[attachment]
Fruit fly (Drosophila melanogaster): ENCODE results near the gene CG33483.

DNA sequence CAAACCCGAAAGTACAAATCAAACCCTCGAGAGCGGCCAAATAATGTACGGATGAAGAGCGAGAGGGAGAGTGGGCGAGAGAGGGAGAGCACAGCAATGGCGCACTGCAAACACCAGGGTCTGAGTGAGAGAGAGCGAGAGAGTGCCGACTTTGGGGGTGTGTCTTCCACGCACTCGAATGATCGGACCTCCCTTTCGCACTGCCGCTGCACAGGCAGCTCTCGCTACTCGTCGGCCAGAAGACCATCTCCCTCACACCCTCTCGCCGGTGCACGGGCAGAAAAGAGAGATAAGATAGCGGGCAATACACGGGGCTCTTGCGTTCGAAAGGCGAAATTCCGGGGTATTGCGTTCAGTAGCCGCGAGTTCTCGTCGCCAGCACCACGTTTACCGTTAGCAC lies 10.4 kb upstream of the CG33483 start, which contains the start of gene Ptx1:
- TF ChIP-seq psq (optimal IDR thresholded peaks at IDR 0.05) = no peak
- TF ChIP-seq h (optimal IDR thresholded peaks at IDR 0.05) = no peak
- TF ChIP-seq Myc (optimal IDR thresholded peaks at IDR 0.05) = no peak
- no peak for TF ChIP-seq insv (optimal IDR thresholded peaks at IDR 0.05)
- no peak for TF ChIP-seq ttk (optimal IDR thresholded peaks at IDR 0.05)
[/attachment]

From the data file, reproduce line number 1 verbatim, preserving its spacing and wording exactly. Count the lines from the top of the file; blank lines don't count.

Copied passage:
Fruit fly (Drosophila melanogaster): ENCODE results near the gene CG33483.